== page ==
Many exoplanets have now been detected in orbits with ultra-short periods, very close to the Roche limit. Building upon our previous work, we study the possibility that mass loss through Roche lobe overflow (RLO) may affect the evolution of these planets, and could possibly transform a hot Jupiter into a lower-mass planet (hot Neptune or super-Earth). We focus here on systems in which the mass loss occurs slowly ("stable mass transfer" in the language of binary star evolution) and we compute their evolution in detail with the binary evolution code MESA. We include the effects of tides, RLO, irradiation and photo-evaporation of the planet, as well as the stellar wind and magnetic braking. Our calculations all start with a hot Jupiter close to its Roche limit, in orbit around a sun-like star. The initial orbital decay and onset of RLO are driven by tidal dissipation in the star. We confirm that such a system can indeed evolve to produce lower-mass planets in orbits of a few days. The RLO phase eventually ends and, depending on the details of the mass transfer and on the planetary core mass, the orbital period can remain around a few days for several Gyr. The remnant planets have a rocky core and some amount of envelope material, which is slowly removed via photo-evaporation at nearly constant orbital period; these have properties resembling many of the observed super-Earths and sub-Neptunes. For these remnant planets we also predict an anti-correlation between mass and orbital period; very low-mass planets (Mpl≲5M) in ultra-short periods (Porb less than 1d) cannot be produced through this type of evolution.

Atmospheric Expansion and Loss by hot Jupiters

Atmosphere expansion and mass loss of close-orbit giant exoplanets heated by stellar XUV: I. Modeling of hydrodynamic escape of upper atmospheric material


Shaikhislamov et al


In the present series of papers we propose a consistent description of the mass loss process. To study the effects of intrinsic magnetic field of a close-orbit giant exoplanet (so-called Hot Jupiter) on the atmospheric material escape and formation of planetary inner magnetosphere in a comprehensive way, we start with a hydrodynamic model of an upper atmosphere expansion presented in this paper. While considering a simple hydrogen atmosphere model, we focus on selfconsistent inclusion of the effects of radiative heating and ionization of the atmospheric gas with its consequent expansion in the outer space. Primary attention is paid to investigation of the role of specific conditions at the inner and outer boundaries of the simulation domain, under which different regimes of material escape (free- and restricted- flow) are formed. Comparative study of different processes, such as XUV heating, material ionization and recombination, H3+ cooling, adiabatic and Lyman-alpha cooling, Lyman-alpha reabsorption is performed. We confirm basic consistence of the outcomes of our modeling with the results of other hydrodynamic models of expanding planetary atmospheres. In particular, we obtain that under the typical conditions of an orbital distance 0.05 AU around a Sun-type star a Hot Jupiter plasma envelope may reach maximum temperatures up to ~9000K with a hydrodynamic escape speed ~9 km/s resulting in the mass loss rates ~(4-7)*10^10 g*s . In the range of considered stellar-planetary parameters and XUV fluxes that is close to mass loss in the energy limited case. The inclusion of planetary intrinsic magnetic fields in the model is a subject of the following up paper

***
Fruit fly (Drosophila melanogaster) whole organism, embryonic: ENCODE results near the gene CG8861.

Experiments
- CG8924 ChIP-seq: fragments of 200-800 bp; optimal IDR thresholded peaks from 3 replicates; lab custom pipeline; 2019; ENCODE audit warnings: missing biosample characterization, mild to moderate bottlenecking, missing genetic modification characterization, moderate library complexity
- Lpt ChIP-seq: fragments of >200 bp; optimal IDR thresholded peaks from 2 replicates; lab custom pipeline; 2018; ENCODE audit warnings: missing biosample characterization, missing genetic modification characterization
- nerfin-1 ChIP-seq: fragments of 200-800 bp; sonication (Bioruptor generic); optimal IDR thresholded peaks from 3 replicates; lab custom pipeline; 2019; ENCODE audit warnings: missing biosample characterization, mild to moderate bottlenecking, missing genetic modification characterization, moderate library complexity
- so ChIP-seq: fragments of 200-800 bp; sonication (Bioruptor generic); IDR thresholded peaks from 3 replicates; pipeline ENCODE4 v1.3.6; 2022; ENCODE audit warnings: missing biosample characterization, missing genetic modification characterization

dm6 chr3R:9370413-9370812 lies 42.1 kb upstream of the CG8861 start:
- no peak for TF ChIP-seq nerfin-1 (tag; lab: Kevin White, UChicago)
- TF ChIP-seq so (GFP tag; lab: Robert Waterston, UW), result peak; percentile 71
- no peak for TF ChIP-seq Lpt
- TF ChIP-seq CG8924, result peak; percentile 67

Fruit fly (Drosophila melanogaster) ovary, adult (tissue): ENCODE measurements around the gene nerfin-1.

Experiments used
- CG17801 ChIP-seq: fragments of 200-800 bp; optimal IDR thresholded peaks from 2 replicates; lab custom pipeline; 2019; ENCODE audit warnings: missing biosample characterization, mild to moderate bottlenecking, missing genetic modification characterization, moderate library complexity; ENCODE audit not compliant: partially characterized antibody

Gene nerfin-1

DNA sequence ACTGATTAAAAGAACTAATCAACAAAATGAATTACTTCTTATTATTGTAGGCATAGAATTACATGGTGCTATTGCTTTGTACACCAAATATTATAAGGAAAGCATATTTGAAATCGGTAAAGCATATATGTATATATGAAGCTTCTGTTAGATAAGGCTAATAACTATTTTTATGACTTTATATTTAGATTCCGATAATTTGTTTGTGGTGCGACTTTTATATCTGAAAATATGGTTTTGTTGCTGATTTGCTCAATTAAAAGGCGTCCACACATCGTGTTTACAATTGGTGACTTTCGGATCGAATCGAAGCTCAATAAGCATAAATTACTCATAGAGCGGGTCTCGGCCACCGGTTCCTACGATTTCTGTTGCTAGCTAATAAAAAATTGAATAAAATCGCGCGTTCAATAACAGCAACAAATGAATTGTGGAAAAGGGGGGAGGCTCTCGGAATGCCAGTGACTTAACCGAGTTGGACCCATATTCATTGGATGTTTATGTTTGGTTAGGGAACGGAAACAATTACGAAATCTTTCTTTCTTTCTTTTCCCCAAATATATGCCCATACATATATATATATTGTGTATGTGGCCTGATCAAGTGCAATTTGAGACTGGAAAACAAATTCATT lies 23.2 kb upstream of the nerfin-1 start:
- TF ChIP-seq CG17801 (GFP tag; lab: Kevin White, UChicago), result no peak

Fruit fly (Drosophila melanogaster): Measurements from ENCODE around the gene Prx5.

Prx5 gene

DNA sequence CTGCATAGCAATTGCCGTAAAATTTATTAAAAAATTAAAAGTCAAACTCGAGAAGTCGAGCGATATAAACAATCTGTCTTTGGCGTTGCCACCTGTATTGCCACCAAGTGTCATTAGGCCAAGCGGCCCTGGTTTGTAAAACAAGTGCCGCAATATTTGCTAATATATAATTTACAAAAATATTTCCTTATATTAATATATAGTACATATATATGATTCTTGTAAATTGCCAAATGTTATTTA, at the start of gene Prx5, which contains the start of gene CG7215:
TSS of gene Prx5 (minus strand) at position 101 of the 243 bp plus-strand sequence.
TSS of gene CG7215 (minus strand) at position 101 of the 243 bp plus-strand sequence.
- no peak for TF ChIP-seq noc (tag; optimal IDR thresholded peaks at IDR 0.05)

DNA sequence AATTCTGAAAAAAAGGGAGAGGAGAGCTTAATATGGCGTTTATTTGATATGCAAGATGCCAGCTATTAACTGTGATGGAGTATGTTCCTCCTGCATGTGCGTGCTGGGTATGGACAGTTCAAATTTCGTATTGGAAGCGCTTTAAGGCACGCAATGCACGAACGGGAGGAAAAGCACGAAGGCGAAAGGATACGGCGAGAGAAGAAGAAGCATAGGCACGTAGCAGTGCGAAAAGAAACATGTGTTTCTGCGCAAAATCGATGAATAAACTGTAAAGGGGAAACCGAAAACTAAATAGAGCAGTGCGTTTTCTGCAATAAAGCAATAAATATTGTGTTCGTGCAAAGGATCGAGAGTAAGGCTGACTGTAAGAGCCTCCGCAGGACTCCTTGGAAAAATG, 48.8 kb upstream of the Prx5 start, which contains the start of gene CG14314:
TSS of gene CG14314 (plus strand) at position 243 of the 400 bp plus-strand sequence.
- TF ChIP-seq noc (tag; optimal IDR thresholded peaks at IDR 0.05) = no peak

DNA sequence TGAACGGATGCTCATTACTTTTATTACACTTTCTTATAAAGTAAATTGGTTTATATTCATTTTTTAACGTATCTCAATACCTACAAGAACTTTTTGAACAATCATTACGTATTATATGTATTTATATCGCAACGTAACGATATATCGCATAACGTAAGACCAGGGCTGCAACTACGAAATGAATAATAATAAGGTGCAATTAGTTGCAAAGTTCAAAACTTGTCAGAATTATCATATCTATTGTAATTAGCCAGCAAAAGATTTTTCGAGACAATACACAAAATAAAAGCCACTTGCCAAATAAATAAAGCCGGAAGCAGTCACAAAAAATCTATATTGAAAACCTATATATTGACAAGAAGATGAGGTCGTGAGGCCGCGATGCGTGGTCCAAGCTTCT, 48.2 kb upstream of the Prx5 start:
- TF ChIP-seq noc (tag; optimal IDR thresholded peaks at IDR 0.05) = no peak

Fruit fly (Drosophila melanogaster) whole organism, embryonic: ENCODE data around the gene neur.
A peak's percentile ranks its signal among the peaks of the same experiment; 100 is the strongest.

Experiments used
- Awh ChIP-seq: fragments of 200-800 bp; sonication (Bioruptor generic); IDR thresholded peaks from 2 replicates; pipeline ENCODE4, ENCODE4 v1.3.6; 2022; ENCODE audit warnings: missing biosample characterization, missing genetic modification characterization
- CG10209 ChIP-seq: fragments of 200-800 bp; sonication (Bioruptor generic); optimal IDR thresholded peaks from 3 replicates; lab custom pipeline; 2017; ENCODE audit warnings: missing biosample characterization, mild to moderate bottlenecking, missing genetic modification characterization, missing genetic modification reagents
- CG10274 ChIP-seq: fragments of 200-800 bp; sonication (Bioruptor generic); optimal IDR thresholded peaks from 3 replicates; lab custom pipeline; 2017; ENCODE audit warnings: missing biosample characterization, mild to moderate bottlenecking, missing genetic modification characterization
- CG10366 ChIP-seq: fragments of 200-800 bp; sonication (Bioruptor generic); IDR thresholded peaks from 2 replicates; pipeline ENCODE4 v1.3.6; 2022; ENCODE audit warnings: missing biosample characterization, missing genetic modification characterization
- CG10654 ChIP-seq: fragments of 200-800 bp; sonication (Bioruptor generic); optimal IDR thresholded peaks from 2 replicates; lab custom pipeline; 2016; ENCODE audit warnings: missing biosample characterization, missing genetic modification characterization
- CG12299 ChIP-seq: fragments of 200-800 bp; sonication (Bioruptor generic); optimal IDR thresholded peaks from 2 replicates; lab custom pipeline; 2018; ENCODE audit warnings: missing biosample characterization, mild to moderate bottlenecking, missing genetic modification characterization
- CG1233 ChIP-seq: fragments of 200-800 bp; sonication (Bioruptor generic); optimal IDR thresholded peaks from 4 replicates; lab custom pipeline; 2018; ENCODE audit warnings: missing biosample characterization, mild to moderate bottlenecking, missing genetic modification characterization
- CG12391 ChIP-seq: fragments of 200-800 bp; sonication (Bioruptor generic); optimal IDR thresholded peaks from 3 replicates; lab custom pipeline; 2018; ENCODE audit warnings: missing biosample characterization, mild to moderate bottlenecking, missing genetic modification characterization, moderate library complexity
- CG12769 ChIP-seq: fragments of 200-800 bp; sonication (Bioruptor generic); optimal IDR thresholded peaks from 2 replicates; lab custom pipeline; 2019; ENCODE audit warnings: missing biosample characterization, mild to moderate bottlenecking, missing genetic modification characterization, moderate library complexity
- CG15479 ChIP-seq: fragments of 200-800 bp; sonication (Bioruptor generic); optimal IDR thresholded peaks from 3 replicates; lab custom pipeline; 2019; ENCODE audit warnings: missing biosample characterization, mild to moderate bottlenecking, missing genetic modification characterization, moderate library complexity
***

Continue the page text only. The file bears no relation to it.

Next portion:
Wednesday, July 15, 2015

HIP 11915b: Another Jupiter Analog Found Around Sol Twin

So far, exoplanet surveys have been most sensitive to planetary systems that are populated in their inner regions by massive planets, down to a few times the mass of the Earth [1]. This contrasts with our Solar System, where there are small rocky planets in the inner regions and gas giants like Jupiter farther out.

According to the most recent theories, the arrangement of our Solar System, so conducive to life, was made possible by the presence of Jupiter and the gravitational influence this gas giant exerted on the Solar System during its formative years. It would seem, therefore, that finding a Jupiter twin is an important milestone on the road to finding a planetary system that mirrors our own.